This is my 15th year in journalism, and I haven't spent 15 years doing anything consistently, other than eating, breathing, and making music where possible.
Since 1995 or thereabouts, it was clear that the Web was going to change journalism, and it has, but the evolution from print/audio/video to Web remains incomplete.
Which is why I like noting the changes.
So today, three things grabbed my attention: First, Walter Pincus' superb article on the Columbia Journalism Review site, which essentially summarizes all of my views on journalism in the electronic age, and dives deeper, with more historical context. It's a must read, and am very pleased that Metafilter picked it up.
Second, this news over at Techdirt relating to newspapers crawling to Congress for bailout privileges.
And third, this post at Gawker.com on David Simon's testimony on the subject before Congress, and how he has it all wrong.
Pincus has it right. First, the problem for newspapers is debt, much as it is for other sectors of the country. Consolidation has messed things up. Over-leveraged consolidations has messed things up considerably. Second, Google is not the enemy. Third, journalism has lost its way, for a variety of reasons. Downsized newsrooms lack institutional memory, because freelancers are temps by another name, and spreading too few journalists too thin leads to bad coverage.
Techdirt backs up the financial issue, and a review of say, McClatchy (one former employer of mine which strapped itself to buy Knight-Ridder) versus Lee Enterprises (another former employer of mine) demonstrates clearly how Wall Street looks at stocks that are carrying too much debt-load.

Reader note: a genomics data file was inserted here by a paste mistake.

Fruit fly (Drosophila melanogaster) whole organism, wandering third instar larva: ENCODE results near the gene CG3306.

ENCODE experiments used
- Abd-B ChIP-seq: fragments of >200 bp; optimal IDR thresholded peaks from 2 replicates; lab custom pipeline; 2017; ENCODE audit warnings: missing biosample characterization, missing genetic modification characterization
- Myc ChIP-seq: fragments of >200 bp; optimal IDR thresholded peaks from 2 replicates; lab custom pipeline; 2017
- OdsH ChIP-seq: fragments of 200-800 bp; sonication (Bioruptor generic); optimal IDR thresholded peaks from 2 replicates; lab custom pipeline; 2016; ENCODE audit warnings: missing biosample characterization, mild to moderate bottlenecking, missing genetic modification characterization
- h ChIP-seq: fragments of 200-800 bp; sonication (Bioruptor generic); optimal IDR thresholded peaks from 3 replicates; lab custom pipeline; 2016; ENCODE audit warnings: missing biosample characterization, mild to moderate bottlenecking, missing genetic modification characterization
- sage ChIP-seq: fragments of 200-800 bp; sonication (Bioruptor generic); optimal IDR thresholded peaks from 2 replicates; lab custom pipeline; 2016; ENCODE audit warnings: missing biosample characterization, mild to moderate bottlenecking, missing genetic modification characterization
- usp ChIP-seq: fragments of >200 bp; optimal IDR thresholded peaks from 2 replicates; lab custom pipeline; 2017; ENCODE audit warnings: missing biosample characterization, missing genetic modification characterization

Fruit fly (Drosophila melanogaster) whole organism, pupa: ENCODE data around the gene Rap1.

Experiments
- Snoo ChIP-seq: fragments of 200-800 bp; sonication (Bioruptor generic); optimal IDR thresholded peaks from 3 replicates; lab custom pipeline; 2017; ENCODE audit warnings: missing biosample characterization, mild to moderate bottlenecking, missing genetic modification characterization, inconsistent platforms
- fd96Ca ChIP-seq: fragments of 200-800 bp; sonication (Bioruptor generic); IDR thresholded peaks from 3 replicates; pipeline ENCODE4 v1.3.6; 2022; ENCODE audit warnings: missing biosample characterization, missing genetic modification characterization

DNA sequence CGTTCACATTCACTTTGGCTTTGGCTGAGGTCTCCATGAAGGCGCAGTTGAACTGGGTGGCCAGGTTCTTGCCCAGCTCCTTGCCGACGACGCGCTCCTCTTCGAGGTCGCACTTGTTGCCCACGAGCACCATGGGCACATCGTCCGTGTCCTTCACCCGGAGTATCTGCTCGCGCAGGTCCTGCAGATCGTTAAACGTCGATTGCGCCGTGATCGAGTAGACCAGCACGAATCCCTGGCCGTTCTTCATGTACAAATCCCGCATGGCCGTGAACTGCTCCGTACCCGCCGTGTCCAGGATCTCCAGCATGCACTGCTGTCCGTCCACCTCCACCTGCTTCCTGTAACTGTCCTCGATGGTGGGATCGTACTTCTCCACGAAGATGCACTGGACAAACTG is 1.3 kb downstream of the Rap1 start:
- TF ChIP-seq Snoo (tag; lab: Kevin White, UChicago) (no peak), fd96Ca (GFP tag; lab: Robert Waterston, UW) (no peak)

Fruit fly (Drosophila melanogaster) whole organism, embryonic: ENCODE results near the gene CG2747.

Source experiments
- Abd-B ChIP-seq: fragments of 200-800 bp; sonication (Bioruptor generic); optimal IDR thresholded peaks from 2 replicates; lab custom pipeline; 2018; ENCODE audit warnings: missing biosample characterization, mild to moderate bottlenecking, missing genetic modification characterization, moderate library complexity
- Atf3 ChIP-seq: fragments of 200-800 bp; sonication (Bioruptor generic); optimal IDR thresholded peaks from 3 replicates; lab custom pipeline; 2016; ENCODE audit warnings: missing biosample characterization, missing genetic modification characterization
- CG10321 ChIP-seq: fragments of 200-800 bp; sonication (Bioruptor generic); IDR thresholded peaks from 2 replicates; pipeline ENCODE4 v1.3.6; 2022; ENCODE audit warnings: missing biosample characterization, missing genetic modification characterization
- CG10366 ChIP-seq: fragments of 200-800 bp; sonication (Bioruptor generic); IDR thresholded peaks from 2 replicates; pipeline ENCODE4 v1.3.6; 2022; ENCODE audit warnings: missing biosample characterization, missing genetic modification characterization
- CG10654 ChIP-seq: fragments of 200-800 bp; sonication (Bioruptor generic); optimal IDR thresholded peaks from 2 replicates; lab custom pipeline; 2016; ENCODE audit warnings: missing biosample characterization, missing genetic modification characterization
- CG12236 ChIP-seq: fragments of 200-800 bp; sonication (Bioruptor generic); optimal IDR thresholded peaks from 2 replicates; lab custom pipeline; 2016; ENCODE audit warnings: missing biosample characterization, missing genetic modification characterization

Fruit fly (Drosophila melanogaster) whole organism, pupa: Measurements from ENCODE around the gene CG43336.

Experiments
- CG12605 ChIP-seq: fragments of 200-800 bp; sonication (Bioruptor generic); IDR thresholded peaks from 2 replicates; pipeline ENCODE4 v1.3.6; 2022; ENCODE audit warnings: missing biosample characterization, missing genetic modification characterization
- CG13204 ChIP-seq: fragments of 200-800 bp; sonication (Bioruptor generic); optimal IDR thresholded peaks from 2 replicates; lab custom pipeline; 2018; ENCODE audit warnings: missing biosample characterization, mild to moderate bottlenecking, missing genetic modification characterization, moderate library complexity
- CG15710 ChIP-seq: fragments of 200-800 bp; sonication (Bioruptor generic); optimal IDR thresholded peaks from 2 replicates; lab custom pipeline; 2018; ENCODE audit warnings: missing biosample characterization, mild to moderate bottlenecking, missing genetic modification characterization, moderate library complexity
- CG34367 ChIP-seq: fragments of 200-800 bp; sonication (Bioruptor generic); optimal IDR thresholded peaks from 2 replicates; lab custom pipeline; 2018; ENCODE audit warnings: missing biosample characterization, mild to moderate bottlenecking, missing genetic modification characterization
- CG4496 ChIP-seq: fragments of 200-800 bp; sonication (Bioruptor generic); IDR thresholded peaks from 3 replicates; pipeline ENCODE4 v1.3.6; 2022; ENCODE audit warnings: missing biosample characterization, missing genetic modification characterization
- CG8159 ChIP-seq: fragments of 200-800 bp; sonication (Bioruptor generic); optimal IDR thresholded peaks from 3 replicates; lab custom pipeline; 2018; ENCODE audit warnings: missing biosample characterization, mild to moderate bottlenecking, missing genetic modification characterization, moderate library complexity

Gawker in both the article and the comments upbraids Mr. Simon for a) not being a journalist, really, because he went off to write The Wire, and b) being a techno-Luddite -- both of which are, fundamentally, less-than-savvy arguments.
Newspapers and related, let's call them analog, media will not be saved by bailouts, nor by turning them all into non-profits. Analog media are going through a change period, wherein consolidation is not king, overwhelming debt is not a business model, and Web-based advertising for local and regional coverage is undervalued. On the Web, vertical models are rewarded because they can appeal to global interest groups. Horizontal (geographically-based models) are undervalued because the Web audience is global, and geography (at least for now) less important. This will ultimately, I believe, not stand, because geography remains important for everything that involves atoms, which are still harder to ship, see, and touch than digital items. The Web is maturing in this direction, but not swiftly enough to make up for the loss of classified advertising.
Not every merchant can afford to run a Fedex/catalogue/shipping-based business. Local businesses remain important to local people. Ditto with regional. As transportation becomes pricier, local and regional media will see an upswing in their importance. Ad values will rise accordingly. We're just not there yet, and this is an awkward economic transition for overly-leveraged businesses with loans to payoff.
It's the winter of journalism's discontent. How we manage this transition, and what recrudescence we are able to pull off with respect to journalism's core values will be important.
If you're a journalist like I am, this period of soul-searching and concentration on our core values will be important in the near-term.
Think of it as a mix between cognitive and shock therapy.
But we will get through this.